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Genes-R-Us — Interpreting your risk

Genes-R-Us — Interpreting your risk

Posted: Wednesday, November 2, 2011 5:02 pm

You sent your saliva sample off to be analyzed by your favorite Direct-to-Consumer (DTC) genetic testing company. You open the e-mail which announces, “Your DNA results are in.” Now what do you do? 
Your results are only available on-line, so you will need a computer. Forget about receiving a hard copy of your report in snail mail. Your results are extended as new scientific papers are published and reviewed. This kind of frequent updating is inconsistent with the ink-on-paper approach to information dissemination. On average, I get updates about once a month.
You login in to your DTC genetic testing account and bravely click the hot link for disease risk. You see over 100 diseases as you scroll down the page. There are a few particularly unpleasant ones: Alzheimer’s, Parkinson’s and breast or prostate cancer at the very top of the page with little locks on them. You must electronically agree that you really do want to know your risk for these “locked” diseases, presumably after you have read the warnings.  
These diseases are “locked” because certain SNPs (i.e., single DNA “letters” that vary between people), will increase your change of developing the disease more than environmental factors. Yes, they are polygenic diseases (many genes impact their development), but genetics appears to outweigh the environment. Bluntly speaking, you may not be able to mitigate your risk by modifying your behavior.   
If you scroll below the locked list, three numbers appear for each disease: (1) your risk (2) average risk and (3) your risk compared to the average. A good DTC genetic testing company will also provide you with a (4) measure of confidence for the three risk numbers. I have 27 diseases with an elevated risk, 26 with a lower risk and 58 with a typical or mixed result. 
Let’s work through an example. 
Age-related macular degeneration (AMD) is the leading cause of blindness in people over 60 in the U.S. GenomeWide Association Studies (GWAS) have found that three SNPs are associated with an increased risk for Caucasians to develop AMD. That is pretty amazing when you think about it — three little letters out of more than three billion. These findings have been replicated independently using different study participants, so the “measure of confidence” is high for the calculated risks associated with AMD.
Now about those “risky” numbers … Suppose that “your risk” of AMD is reported to be a 26.6 percent. This means that based on multiple GWAS, 266 out of 1,000 people having the exact same three SNPs as you are estimated to develop AMD in their lifetime. Your SNPs are referred to as your genotype. So another way to specify “your risk” is that individuals with your genotype have a 26.6 percent risk, or have about 1-to-3 odds, of developing AMD. (26.6-to-74.4 is roughly 1-to-3.)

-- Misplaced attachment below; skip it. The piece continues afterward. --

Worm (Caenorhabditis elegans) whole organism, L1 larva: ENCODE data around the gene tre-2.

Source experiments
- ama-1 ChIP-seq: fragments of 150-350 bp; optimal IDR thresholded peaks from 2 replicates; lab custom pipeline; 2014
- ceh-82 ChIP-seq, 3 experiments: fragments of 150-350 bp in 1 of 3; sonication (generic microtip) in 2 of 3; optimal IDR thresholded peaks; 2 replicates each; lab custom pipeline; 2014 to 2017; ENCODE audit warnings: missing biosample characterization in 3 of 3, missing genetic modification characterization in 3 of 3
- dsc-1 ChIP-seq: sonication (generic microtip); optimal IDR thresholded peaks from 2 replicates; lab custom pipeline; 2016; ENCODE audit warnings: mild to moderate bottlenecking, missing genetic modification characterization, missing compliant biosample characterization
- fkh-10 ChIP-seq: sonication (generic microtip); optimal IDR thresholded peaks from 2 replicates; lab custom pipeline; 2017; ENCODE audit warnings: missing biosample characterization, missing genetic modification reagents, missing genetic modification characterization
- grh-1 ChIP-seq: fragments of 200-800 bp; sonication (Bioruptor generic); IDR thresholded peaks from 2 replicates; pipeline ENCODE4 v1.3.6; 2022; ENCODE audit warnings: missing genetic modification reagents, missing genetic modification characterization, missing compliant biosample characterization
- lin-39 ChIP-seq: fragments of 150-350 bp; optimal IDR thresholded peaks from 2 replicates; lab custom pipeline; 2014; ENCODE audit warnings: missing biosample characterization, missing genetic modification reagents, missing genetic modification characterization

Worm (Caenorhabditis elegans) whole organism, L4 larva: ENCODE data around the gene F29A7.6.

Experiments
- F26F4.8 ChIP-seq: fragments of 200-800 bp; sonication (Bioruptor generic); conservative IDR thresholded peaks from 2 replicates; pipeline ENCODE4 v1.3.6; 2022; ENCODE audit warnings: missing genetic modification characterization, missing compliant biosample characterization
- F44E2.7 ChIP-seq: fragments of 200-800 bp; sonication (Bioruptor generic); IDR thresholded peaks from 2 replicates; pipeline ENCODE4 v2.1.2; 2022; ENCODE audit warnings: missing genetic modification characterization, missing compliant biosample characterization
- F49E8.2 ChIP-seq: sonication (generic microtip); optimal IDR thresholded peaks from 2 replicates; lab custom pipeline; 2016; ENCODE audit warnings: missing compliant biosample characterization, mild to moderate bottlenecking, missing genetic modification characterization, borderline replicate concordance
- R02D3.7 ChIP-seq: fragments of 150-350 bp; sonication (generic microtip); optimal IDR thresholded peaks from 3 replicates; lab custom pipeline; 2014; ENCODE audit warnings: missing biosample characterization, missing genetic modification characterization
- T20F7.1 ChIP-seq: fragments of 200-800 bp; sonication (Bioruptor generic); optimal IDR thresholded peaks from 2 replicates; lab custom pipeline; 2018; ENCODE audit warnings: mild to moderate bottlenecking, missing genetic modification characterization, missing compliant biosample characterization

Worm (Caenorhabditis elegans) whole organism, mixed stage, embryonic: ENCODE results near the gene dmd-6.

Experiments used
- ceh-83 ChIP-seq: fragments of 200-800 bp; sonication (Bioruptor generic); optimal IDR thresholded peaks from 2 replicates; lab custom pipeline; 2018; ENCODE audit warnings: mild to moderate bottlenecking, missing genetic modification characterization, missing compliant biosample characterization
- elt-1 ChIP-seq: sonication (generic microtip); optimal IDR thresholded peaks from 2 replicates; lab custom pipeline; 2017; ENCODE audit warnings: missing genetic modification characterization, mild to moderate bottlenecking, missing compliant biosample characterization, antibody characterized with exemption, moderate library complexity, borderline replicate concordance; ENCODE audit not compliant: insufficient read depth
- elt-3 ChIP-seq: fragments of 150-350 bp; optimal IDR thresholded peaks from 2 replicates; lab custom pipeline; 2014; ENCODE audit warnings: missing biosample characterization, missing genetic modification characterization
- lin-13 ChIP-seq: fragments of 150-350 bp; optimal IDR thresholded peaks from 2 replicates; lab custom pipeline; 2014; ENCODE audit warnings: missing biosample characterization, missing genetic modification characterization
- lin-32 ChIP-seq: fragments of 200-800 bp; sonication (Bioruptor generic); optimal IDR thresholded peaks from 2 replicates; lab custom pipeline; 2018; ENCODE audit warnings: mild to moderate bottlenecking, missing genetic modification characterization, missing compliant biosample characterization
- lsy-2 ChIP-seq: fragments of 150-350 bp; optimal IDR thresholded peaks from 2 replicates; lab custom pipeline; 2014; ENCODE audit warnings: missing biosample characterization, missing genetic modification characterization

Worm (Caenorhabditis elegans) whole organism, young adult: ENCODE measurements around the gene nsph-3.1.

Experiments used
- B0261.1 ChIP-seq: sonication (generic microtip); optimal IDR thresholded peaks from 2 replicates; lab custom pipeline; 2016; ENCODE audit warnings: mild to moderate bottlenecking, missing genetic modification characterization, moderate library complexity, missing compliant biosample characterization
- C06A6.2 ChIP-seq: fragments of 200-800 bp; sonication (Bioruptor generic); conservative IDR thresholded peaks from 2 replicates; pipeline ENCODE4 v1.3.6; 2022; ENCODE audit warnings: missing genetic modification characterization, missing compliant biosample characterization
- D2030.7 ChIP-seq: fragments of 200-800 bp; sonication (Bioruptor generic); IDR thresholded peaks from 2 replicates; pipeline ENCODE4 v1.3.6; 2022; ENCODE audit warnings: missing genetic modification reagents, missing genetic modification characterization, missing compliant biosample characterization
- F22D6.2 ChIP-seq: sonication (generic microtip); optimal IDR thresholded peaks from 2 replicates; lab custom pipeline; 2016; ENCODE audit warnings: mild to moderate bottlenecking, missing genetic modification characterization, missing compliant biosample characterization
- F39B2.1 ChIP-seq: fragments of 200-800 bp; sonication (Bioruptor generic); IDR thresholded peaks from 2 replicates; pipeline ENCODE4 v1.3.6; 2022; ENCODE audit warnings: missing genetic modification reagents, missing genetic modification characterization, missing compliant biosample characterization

But how many people actually develop AMD in the U.S.? The “average risk” over every possible genotype is estimated to be 7 percent or 7 out of 100 people.  That makes “your risk compared to the average” 3.79 times higher (3.79 results from 26.6 divided by 7). That number incorporates your risk compared to how frequently the disease occurs. 
A decreased risk for a given disease implies that one’s genotype decreases the risk of developing that particular disease compare to the average person. But remember protective genotypes for polygenic diseases do not come with warranties.
About those AMD risk numbers … they are mine. (Are you glad that you are not me?) Am I doomed to develop AMD? No. AMD is a nasty brew of genetic and environmental factors. Does it mean I need to take my risk seriously? Absolutely. My birth mother’s genotype is only half my AMD risk and she developed AMD. But she smoked like a chimney, did not invest in good sunglasses and lived in sunny Southern California.  
Disease risk is very important to understand. Interpret your risk properly, but do not over interpret it. For most diseases, your genome is not the whole story. Do not be afraid to read your book. Knowledge can be power. The movement to take away the “direct-to-consumer” part of genetic testing is based on the assumption that you are not able to understand your risk. I beg to differ.
Editor’s note: Nancy Miller Latimer has worked in scientific research and development for 27 years. She blogs at neuronalbeauty.blogspot.com. Published in The Messenger 11.2.11

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